With the release of the summer's first major blockbusters, it's time to talk about the major shift underway in movie marketing--the shift towards short-form content.
Facebook is the pre-eminent platform for viral video, and one of the most important places that movie trailers are shared. However, Facebook users, on average, watch only the first 3-5 seconds of a video. Eighty percent of video views on Facebook occur with the sound turned off. Basically, whether content creators intend it or not, most videos these days are being viewed in the format of the GIF. And that’s not all—39% of Americans create their own GIFs, often from content borrowed from television or movies.
Users are making it clear what they want and expect from their video content—they want it short and frictionless. And content owners and marketers are beginning to respond to existing consumer behavior by prioritizing short content in their content marketing strategy. Here’s what the future holds as this trend takes root for good:
1. Trailers will enable interactivity
In the near future, trailer-viewing will no longer be a one-way street. It's old news that trailer-viewing has moved online. With the power of the web, users won't just simply view trailers, they will also engage with them—whether they're creating high-quality GIFs in an easy-to-use interface, or turning several seconds of a trailer into a viral meme. The key to achieving this interactivity is by empowering everyday users to become creators—the technology already exists to turn trailers into short form content, but it's not accessible to anyone but the seasoned Internet user. However, in the future, marketers will encourage interactivity, and integrate it into their overall marketing strategy. Engagement will be easy for everyone, not just the tech-savvy.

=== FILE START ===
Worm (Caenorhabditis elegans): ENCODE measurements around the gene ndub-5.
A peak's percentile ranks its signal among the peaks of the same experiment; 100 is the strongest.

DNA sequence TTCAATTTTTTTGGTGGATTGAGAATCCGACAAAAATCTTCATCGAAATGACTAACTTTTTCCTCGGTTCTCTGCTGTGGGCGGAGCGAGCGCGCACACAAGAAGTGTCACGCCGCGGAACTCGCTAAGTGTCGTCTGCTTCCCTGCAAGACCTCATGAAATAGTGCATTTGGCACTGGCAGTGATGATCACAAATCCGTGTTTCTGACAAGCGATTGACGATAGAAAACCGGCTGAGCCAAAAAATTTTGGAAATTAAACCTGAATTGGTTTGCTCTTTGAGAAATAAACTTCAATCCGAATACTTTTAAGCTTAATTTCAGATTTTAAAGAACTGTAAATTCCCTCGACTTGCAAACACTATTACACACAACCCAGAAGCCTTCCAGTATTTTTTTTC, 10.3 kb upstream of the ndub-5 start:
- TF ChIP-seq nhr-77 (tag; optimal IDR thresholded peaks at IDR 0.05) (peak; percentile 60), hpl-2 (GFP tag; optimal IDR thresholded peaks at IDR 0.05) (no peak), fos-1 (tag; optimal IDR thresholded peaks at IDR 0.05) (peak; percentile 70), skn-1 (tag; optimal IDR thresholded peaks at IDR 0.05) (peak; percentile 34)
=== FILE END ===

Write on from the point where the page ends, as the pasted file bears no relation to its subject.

2. Trailers will go "bite-sized"
The trend toward short form content will not only change the way trailers are cut, but also the content they show. Currently, trailers focus on hooking users into key points of the story—their triggers are plot-based. But they're not always created with an eye toward shareable moments. Trailers that are easily GIF-able, such as the latest Wonder Woman trailer, are being made into thousands of GIFs on Gfycat and shared all over the Internet by passionate movie fans. Increased interactivity means that trailers will be more focused on segments that can easily take on a life of their own and be shared as bite-sized moments. These snackable bites that might otherwise be throwaway in the context of the full movie (like a funny retort or a relatable facial expression) will be prime trailer material. As these moments go viral out of context, the whole trailer will gain traction.
3. Marketing will become grassroots—and unintentional
Marketers will be able to build campaigns that are ground-up rather than top-down, taking advantage of consumer enthusiasm. It only takes one user to create a bite-sized GIF or meme for that user's entire social network to be exposed to a trailer they might normally never have watched. They might even share the GIF, heedless of the fact they never would have shared the full trailer. Taking small moments of the trailer out of context galvanizes the audience to share trailer content —for, although viewers might intend to share a funny moment, they're unintentionally marketing the trailer and giving it much more exposure than it otherwise would have gotten. Trailers that go particularly viral will become an indispensable part of the cultural conversation—they'll be cast as in-touch, and having their finger on the pulse of modern America.
Seems exaggerated? Major studios have already partnered with Gfycat [www.gfycat.com] (the world's largest user generated GIF platform) to make GIFs out of the trailers for blockbuster summer movies on sites such as https://despicableme.gfycat.com, with more sure to follow. And that means your next proposed movie marketing campaign might just have to contain a very healthy section primed for GIFs.